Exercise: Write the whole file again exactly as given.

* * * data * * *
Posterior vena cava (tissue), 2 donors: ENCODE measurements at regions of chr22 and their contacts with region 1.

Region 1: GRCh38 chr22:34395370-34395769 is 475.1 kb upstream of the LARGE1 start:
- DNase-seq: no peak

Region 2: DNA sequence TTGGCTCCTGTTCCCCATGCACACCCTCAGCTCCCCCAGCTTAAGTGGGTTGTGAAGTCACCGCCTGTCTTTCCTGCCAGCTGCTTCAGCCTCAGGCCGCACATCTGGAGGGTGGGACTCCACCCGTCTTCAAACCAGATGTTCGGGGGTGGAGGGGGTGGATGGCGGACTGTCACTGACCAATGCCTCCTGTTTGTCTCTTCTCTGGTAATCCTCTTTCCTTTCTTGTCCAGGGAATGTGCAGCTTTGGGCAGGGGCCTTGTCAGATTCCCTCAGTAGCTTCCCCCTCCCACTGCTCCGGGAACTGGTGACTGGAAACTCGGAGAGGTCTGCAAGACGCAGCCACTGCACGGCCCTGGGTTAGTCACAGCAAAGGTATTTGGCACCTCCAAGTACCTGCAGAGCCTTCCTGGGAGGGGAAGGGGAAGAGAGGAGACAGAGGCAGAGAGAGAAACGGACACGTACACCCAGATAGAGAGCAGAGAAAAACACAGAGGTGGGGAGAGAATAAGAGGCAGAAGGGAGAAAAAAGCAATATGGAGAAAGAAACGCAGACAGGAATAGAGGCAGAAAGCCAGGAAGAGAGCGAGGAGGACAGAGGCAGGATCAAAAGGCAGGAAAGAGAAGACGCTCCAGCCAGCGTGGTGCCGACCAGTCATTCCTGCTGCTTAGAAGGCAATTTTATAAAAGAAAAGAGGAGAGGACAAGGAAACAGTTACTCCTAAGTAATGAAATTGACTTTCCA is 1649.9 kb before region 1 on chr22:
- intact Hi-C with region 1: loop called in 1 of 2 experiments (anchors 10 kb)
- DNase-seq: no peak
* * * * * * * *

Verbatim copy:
Posterior vena cava (tissue), 2 donors: ENCODE measurements at regions of chr22 and their contacts with region 1.

Region 1: GRCh38 chr22:34395370-34395769 is 475.1 kb upstream of the LARGE1 start:
- DNase-seq: no peak

Region 2: DNA sequence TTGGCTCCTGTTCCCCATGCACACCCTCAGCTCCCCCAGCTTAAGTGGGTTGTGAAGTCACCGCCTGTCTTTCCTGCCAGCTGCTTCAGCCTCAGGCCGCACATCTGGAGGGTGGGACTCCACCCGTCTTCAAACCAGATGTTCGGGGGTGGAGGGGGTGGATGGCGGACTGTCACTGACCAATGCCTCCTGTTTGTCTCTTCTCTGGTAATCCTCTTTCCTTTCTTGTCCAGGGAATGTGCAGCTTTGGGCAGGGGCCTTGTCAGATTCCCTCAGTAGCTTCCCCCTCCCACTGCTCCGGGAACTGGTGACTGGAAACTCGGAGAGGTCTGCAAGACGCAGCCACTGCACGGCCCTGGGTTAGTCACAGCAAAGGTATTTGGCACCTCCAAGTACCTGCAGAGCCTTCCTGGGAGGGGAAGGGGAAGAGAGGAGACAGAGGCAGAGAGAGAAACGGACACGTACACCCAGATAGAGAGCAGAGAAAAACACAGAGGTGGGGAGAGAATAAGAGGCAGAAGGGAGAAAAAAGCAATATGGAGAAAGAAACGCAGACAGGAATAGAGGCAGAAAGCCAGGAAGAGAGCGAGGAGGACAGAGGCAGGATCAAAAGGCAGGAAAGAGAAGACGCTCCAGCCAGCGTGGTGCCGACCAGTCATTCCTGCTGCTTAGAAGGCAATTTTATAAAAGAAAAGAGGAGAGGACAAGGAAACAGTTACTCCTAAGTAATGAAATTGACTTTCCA is 1649.9 kb before region 1 on chr22:
- intact Hi-C with region 1: loop called in 1 of 2 experiments (anchors 10 kb)
- DNase-seq: no peak